The economic crisis caused a steep rise in Spain's unemployment rate, from 8% in 2007 to a peak of over 26% in 2013. No other European Union (EU) country reached such levels of unemployment during the crisis except Greece, where the recession was three times as deep as in Spain.
Beyond the severe economic downturn, specific characteristics of the Spanish labour market may have helped to drive up unemployment during the crisis, as firms had limited scope for adjusting working conditions to the economic cycle. As a result, the adjustment was performed externally, causing the destruction of 3.3 million jobs, particularly fixed-term contracts.
Amid these developments, Spain adopted several major reforms of the labour market between 2010 and 2012 to increase firms' internal flexibility and reduce labour market segmentation by reversing the precedence of collective agreements (i.e., by granting priority to firm-level agreements), easing rules for terminating open-ended contracts and defining criteria for authorising layoffs for economic reasons. In 2010, an initial national inter-industry agreement sought to curb wage increases, and another agreement in 2012 gave even greater momentum to wage restraint.
Since end-2013, job creation seems vigorous thanks, in particular, to the economic rebound and very weak wage growth. Despite a decline in unemployment since end-2013, Spain still posts the EU's highest jobless rate after Greece, registering 20.9% at end-2015.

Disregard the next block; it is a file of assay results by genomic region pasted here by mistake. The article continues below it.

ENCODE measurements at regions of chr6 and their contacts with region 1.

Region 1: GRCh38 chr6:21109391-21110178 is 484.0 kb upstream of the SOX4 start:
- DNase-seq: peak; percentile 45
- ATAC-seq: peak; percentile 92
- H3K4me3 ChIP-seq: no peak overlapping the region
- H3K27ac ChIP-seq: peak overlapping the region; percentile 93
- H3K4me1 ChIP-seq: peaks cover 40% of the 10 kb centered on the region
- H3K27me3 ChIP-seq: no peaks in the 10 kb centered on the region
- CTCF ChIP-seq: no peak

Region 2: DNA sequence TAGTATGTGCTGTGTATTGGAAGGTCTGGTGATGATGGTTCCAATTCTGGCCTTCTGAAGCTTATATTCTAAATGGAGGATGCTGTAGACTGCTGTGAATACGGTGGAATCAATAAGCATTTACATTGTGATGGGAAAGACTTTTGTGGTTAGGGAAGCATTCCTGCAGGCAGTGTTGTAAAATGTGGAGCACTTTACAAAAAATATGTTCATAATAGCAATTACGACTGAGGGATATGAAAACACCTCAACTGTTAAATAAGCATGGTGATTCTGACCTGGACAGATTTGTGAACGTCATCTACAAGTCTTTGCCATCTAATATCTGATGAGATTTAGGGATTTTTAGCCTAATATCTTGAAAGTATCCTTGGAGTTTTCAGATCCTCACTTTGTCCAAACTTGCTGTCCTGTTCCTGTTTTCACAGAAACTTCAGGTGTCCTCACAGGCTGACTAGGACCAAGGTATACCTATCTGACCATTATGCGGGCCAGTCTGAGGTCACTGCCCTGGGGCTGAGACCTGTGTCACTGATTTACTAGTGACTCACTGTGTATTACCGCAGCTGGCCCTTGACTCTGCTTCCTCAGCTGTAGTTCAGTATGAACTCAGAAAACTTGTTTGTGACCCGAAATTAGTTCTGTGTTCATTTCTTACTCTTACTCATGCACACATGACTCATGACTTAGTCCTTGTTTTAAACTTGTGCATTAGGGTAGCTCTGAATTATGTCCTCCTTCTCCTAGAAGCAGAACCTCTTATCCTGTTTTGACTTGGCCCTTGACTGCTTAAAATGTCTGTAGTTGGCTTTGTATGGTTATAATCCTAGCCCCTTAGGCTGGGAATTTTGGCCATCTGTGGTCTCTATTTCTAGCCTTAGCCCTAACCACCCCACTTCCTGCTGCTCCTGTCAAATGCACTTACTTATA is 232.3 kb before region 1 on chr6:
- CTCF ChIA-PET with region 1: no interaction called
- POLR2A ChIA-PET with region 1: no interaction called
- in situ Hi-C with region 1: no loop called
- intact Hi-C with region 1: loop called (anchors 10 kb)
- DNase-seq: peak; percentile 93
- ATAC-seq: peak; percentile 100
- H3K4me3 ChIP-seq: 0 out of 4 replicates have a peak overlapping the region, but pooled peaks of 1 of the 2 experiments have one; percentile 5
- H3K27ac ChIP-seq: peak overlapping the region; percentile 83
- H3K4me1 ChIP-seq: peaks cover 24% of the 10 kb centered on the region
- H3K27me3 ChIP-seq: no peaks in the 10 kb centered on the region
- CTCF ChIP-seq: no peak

The impact of the labour market reforms on the new jobs is hard to assess given the lack of temporal perspective and the magnitude of the adjustments that hit the Spanish economy simultaneously. The implementation of certain measures remains limited since firm-level negotiations are still not a common practice. However, as the reform has given employers greater discretion in internal flexibility, they can carry out adjustments through hours worked, wages or work organisation rather than on employment. It will therefore be necessary to wait for the next cyclical turnaround to see if firms actually implement such adjustments, which preserve jobs.
Despite its sustained decline, unemployment remains high. The risk is that hysteresis effects can cause a lasting increase in structural unemployment, while skills requirements and difficulties in labour market matching may slow the decrease in unemployment.